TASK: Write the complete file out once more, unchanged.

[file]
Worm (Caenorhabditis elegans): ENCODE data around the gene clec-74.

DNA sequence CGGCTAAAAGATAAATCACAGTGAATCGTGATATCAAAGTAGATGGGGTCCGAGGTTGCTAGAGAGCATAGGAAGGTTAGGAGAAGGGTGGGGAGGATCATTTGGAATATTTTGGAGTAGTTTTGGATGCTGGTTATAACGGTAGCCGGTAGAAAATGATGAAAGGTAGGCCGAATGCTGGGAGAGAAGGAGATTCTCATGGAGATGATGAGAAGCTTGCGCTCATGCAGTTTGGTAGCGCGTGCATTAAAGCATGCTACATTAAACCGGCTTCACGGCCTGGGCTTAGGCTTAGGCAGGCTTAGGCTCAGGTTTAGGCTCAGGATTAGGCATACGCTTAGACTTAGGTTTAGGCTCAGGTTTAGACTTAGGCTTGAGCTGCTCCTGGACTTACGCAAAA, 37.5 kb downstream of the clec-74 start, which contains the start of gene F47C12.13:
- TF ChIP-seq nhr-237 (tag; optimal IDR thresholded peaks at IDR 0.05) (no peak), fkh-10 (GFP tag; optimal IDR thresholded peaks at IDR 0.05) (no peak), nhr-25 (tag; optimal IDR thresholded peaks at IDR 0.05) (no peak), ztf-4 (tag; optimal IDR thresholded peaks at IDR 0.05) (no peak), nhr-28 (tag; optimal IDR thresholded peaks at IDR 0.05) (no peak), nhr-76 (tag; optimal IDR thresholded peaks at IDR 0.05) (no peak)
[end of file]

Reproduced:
Worm (Caenorhabditis elegans): ENCODE data around the gene clec-74.

DNA sequence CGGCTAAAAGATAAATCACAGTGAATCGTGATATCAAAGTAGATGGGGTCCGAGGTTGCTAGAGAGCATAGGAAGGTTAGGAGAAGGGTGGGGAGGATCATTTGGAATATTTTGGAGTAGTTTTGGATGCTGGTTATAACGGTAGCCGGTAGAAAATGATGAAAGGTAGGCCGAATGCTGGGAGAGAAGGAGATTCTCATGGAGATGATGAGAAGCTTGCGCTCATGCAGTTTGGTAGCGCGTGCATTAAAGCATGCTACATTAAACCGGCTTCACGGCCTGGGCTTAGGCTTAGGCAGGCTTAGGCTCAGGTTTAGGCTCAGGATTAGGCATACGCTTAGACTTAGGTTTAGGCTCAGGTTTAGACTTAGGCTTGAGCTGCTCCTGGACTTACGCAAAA, 37.5 kb downstream of the clec-74 start, which contains the start of gene F47C12.13:
- TF ChIP-seq nhr-237 (tag; optimal IDR thresholded peaks at IDR 0.05) (no peak), fkh-10 (GFP tag; optimal IDR thresholded peaks at IDR 0.05) (no peak), nhr-25 (tag; optimal IDR thresholded peaks at IDR 0.05) (no peak), ztf-4 (tag; optimal IDR thresholded peaks at IDR 0.05) (no peak), nhr-28 (tag; optimal IDR thresholded peaks at IDR 0.05) (no peak), nhr-76 (tag; optimal IDR thresholded peaks at IDR 0.05) (no peak)